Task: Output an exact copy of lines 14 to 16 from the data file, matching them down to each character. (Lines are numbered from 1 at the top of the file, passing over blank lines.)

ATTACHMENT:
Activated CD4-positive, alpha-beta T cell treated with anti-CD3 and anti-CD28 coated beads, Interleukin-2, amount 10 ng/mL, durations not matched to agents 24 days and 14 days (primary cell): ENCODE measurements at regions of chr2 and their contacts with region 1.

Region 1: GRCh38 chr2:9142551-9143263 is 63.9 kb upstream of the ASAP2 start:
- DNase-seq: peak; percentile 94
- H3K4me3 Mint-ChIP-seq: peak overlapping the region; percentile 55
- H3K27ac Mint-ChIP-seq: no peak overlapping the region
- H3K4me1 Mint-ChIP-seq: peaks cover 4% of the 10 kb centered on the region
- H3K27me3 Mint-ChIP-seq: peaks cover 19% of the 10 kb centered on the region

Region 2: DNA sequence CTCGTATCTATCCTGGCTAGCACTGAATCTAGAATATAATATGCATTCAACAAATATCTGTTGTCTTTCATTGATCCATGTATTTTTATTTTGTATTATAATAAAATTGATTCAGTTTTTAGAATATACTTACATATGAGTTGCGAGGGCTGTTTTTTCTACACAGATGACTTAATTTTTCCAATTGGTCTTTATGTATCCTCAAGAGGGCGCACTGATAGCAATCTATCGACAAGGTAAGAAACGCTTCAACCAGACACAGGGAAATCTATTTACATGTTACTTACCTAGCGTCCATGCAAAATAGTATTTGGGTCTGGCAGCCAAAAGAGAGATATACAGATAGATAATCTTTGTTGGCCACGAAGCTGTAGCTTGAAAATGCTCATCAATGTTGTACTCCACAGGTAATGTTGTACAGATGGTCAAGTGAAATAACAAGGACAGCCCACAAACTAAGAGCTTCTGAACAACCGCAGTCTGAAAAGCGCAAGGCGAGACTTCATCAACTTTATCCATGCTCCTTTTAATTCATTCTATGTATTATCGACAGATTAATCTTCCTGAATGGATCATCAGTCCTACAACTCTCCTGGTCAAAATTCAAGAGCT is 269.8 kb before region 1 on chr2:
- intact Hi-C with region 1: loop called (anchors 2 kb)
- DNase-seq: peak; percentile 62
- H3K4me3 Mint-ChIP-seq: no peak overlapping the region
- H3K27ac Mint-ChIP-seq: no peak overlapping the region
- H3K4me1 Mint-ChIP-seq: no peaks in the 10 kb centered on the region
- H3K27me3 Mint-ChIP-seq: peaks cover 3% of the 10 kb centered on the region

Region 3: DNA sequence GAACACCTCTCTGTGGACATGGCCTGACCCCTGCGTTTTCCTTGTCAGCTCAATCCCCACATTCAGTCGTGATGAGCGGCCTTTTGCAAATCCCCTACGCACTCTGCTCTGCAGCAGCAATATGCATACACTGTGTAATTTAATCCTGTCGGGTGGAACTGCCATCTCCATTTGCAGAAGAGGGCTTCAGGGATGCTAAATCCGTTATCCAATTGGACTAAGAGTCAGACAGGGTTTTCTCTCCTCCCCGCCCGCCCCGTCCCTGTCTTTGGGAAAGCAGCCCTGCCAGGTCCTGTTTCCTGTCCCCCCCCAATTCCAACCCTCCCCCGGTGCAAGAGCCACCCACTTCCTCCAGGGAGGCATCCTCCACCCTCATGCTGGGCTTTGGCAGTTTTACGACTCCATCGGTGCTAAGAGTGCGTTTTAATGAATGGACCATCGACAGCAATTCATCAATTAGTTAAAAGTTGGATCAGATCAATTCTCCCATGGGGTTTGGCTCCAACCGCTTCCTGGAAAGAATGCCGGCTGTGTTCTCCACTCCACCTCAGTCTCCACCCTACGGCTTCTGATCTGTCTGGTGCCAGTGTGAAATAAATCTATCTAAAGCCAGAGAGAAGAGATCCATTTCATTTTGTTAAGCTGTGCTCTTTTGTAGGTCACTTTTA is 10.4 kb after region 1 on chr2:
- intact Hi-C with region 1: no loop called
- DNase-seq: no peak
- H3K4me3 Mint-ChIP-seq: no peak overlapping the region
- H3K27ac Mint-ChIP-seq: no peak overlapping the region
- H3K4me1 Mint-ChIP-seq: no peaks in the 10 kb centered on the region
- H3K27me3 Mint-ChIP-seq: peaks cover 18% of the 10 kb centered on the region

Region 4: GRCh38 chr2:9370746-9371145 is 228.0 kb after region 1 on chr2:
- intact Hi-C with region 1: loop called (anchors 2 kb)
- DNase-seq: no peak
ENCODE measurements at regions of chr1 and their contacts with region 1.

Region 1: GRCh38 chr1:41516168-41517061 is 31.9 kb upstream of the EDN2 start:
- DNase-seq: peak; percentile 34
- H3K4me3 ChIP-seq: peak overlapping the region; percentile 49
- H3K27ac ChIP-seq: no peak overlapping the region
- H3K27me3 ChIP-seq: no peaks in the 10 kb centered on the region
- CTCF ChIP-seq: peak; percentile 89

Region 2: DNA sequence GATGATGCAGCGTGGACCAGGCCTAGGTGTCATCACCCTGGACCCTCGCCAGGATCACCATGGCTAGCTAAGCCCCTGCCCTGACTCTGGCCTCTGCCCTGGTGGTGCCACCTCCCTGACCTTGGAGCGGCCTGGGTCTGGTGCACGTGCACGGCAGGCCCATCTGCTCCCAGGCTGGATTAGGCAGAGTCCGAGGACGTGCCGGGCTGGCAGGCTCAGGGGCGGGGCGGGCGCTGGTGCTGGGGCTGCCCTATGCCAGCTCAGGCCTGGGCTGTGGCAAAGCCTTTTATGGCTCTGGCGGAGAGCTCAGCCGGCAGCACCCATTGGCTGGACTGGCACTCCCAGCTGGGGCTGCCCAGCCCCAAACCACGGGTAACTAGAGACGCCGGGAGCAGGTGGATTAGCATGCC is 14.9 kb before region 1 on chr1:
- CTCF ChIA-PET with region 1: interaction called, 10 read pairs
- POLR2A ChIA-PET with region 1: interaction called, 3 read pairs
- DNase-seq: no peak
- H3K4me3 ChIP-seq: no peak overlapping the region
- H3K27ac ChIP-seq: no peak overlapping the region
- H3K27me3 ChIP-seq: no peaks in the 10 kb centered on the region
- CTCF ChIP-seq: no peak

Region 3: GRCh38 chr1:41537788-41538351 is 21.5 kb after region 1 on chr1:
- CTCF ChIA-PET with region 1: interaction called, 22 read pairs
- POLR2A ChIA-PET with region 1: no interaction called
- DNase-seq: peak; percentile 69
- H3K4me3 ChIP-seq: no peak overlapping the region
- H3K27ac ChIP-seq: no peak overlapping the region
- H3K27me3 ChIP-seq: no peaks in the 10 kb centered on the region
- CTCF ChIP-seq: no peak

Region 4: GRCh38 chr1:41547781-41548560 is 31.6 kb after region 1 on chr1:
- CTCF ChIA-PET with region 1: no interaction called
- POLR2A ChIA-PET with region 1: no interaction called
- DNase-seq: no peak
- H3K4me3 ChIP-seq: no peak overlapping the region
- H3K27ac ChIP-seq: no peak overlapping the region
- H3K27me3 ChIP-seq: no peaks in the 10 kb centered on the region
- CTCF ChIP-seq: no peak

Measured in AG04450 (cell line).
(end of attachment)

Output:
- H3K27me3 Mint-ChIP-seq: peaks cover 3% of the 10 kb centered on the region

Region 3: DNA sequence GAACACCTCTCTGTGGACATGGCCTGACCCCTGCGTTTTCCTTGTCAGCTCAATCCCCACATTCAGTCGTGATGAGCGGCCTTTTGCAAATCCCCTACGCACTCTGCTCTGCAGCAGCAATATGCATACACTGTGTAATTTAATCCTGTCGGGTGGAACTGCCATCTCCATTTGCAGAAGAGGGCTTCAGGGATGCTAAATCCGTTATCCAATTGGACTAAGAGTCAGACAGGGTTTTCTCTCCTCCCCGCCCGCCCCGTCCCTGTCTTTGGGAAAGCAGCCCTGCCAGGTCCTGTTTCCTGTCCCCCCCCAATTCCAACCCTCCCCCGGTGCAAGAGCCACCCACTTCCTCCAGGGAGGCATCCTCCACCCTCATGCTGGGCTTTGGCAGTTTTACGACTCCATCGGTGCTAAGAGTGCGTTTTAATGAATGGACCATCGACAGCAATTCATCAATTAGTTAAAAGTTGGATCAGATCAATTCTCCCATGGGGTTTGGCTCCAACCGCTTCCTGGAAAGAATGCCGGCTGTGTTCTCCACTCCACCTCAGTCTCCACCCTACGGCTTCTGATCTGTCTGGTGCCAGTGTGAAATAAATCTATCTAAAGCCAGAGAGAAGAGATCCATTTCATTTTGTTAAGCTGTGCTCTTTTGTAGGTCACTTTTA is 10.4 kb after region 1 on chr2:
- intact Hi-C with region 1: no loop called